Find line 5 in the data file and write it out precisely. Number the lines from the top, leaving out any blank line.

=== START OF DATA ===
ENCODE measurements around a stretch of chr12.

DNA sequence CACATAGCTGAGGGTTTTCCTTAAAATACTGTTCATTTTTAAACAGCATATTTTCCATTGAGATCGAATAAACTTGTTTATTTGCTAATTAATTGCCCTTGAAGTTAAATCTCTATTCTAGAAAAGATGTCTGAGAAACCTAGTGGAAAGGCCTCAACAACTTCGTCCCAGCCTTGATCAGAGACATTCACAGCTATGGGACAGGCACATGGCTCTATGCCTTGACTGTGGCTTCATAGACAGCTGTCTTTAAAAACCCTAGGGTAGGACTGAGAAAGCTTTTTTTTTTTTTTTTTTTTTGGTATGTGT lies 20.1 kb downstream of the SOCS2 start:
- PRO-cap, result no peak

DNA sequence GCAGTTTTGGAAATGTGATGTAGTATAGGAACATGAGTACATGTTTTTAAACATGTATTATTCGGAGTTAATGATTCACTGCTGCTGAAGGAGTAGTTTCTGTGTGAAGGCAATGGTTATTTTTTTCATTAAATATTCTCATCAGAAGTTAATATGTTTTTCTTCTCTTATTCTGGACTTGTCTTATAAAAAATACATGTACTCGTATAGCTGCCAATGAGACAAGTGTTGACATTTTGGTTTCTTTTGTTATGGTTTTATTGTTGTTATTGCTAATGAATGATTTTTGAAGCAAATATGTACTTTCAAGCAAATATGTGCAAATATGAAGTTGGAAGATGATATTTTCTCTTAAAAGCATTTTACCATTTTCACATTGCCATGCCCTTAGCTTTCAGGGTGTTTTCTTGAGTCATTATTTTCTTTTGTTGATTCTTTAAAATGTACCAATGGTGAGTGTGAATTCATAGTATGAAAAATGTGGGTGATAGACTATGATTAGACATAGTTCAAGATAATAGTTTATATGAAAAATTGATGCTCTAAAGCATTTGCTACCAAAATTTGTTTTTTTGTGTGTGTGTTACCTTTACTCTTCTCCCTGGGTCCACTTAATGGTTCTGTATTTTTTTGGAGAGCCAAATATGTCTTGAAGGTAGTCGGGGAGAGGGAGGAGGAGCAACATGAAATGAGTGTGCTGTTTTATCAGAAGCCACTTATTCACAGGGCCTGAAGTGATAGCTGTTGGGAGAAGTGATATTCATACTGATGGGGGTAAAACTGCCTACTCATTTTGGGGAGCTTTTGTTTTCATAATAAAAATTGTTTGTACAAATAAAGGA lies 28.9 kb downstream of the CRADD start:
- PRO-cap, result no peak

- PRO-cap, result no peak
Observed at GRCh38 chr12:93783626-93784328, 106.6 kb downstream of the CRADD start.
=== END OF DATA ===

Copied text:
- PRO-cap, result no peak